As the ongoing Phase Four of the Blake Archive’s development – image acquisition – continues, we realize that the excess of Blake’s delights will keep the Archive staff busy for years to come. Since we last posted about acquisitions in March, we have acquired the following works from nine institutions:

Albertina Museum, Vienna

  • Urizen copy J

Auckland Libraries

  • America copy N
  • Europe copy I

Bodleian Library, Oxford

  • 54 images from Gough’s Sepulchral Monuments in Great Britain

Bridgeman/Manchester Art Gallery

  • 18 heads of poets
  • Jeroboam and the Man of God: water color

British Library

  • 2 miscellaneous impressions from There is No Natural Religion
  • 3 impressions from Songs of Innocence and of Experience copy a

Firestone Library, Princeton

  • America copy Q
  • Songs of Innocence copy T
  • Songs of Innocence and of Experience copy j

Fitzwilliam Museum

  • The Ghost of Abel copy B
  • 8 proof plates of Europe
  • 1 miscellaneous impression from of Jerusalem
  • 2 objects from A Small Book of Designs copy B
  • 1 painting (new photography for BUT 673)
  • 3 water color drawings
  • 2 color print drawings (new photography)
  • 1 monochrome wash drawing (for Tiriel)
  • 1 pencil drawing (sketch for Newton)

Morgan Library and Museum

  • 4 miscellaneous impressions from There is No Natural Religion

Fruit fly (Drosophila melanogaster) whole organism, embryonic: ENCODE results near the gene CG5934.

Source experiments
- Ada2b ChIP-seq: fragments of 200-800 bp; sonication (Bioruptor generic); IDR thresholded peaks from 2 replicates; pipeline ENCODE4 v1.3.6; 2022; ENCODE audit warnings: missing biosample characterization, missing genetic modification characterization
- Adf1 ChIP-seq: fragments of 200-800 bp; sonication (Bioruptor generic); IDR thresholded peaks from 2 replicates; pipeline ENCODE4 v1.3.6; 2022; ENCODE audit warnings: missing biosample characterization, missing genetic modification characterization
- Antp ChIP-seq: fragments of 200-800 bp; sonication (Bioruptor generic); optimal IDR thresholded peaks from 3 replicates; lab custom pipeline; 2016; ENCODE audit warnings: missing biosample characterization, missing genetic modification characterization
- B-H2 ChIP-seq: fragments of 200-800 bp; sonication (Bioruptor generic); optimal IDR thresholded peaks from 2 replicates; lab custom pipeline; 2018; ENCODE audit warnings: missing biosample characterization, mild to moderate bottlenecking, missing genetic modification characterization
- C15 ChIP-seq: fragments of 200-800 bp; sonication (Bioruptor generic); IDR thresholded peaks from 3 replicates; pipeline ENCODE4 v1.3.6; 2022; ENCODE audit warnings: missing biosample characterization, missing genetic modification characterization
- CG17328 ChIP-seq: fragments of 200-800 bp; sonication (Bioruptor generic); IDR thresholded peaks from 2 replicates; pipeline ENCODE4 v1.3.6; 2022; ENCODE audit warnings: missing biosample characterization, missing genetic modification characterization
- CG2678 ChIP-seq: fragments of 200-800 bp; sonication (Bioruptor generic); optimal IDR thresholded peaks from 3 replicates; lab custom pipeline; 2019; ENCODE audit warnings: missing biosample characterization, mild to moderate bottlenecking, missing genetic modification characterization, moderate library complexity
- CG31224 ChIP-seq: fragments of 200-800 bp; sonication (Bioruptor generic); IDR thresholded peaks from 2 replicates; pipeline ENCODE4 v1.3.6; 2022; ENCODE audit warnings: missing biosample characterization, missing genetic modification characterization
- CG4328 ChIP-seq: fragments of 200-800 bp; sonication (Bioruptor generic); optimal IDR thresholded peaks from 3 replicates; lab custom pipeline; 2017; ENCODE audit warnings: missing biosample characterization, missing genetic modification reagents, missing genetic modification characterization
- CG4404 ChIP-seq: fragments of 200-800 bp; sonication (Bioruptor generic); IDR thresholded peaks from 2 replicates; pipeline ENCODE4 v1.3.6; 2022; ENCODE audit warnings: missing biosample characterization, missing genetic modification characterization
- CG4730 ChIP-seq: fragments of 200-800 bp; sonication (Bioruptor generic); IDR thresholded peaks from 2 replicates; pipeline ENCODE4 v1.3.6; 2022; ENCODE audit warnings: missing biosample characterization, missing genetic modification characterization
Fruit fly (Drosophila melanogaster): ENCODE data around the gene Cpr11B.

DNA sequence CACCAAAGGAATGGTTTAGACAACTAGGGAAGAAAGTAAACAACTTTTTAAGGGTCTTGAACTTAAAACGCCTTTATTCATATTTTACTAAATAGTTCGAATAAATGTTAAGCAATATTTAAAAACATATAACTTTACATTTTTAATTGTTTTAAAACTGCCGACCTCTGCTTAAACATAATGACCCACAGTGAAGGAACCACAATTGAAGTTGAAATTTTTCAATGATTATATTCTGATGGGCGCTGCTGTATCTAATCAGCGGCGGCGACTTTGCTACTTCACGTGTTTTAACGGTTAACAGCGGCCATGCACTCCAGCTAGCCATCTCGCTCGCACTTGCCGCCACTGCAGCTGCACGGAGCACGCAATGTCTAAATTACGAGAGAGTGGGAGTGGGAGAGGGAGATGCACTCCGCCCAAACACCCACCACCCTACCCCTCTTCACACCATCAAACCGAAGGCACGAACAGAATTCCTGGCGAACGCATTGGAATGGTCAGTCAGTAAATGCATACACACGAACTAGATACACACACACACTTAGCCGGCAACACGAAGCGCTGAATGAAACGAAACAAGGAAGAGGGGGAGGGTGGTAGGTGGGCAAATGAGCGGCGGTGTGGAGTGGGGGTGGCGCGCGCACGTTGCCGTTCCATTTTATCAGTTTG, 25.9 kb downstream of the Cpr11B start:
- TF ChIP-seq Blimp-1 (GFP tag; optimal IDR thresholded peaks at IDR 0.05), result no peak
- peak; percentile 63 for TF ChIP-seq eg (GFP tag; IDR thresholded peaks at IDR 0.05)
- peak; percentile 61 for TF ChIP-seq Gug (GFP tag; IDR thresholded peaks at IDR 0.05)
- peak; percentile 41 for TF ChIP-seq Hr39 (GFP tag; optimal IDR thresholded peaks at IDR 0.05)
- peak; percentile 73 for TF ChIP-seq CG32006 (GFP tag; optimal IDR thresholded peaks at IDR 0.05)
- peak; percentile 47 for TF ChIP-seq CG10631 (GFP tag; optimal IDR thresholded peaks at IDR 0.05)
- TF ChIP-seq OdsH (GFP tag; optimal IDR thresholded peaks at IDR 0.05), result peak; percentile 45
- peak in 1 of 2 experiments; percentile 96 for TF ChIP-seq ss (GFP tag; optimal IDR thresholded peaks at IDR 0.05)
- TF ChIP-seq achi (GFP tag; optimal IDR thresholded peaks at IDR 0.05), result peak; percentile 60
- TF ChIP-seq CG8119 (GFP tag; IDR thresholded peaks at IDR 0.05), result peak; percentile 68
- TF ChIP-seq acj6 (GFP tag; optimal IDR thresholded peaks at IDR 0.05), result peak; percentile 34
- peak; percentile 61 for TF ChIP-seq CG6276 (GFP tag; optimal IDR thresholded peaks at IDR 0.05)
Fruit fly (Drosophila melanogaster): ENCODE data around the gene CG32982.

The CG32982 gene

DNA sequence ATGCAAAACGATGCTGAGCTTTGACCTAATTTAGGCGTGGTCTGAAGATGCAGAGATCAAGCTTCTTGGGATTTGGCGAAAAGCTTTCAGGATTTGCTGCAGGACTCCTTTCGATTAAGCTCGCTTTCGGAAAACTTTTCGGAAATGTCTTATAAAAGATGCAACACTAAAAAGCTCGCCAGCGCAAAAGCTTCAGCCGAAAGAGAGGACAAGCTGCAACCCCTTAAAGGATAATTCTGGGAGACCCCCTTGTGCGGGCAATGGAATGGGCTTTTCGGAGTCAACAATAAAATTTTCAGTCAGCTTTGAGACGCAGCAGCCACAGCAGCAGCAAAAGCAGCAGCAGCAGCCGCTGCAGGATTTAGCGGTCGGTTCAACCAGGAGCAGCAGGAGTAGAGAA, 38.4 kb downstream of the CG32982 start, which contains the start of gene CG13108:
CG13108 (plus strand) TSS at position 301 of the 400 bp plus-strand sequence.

• Songs of Innocence and of Experience copy e/K
  • Songs of Experience from Songs copy K

Tate Gallery

  • 12 color print drawings (new photography)
  • 2 paintings (new photography)
  • 2 water color drawings (BUT 812.3-2 and BUT 770 newly shot in segmented detail)

Especially noteworthy is the new photography for works that the Archive has already acquired and, in the case of the color print drawings, already published. As the quality of digitally produced images continues to improve, we will be able to update the searchable images available to users by replacing images that were scanned or photographed decades ago. The recently acquired digital images are coming in at unprecedented resolutions; the images of America N and Europe I, from Auckland Libraries, for instance, are 800 pixels/inch. (The images we currently make available for enlargement viewing are 300 pixels/inch.) The infinity within a grain of sand is becoming more visible. Clearly, readying the vast amount of acquired material for publication, as well as updating already published images, will test the devouring capacity of our editorial staff.